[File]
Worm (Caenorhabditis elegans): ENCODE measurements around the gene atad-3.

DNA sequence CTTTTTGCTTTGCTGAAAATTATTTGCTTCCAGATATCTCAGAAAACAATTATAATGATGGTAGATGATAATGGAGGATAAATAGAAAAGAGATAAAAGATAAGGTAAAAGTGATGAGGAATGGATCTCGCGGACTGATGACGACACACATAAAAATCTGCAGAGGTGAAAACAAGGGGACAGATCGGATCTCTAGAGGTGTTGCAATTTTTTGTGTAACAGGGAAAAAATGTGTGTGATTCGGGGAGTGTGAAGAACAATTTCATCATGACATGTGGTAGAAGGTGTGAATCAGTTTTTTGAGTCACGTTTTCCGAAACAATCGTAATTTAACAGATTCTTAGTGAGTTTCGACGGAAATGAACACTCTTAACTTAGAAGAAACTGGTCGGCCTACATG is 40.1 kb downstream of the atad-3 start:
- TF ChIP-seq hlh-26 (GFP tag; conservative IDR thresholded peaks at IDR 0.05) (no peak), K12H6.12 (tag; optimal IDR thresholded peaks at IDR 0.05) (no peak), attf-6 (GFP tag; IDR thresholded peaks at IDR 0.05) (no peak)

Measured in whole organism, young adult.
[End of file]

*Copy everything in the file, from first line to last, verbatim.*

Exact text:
Worm (Caenorhabditis elegans): ENCODE measurements around the gene atad-3.

DNA sequence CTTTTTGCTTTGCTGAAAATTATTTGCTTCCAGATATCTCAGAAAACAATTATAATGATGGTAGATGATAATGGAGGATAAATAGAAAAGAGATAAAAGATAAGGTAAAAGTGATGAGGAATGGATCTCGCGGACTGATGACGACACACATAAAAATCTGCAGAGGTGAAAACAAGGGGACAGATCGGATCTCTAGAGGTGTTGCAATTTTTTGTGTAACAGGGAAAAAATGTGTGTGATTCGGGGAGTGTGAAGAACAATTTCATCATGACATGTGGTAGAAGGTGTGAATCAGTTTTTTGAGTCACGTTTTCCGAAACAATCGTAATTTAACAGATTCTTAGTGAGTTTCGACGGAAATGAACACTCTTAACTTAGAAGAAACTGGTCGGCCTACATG is 40.1 kb downstream of the atad-3 start:
- TF ChIP-seq hlh-26 (GFP tag; conservative IDR thresholded peaks at IDR 0.05) (no peak), K12H6.12 (tag; optimal IDR thresholded peaks at IDR 0.05) (no peak), attf-6 (GFP tag; IDR thresholded peaks at IDR 0.05) (no peak)

Measured in whole organism, young adult.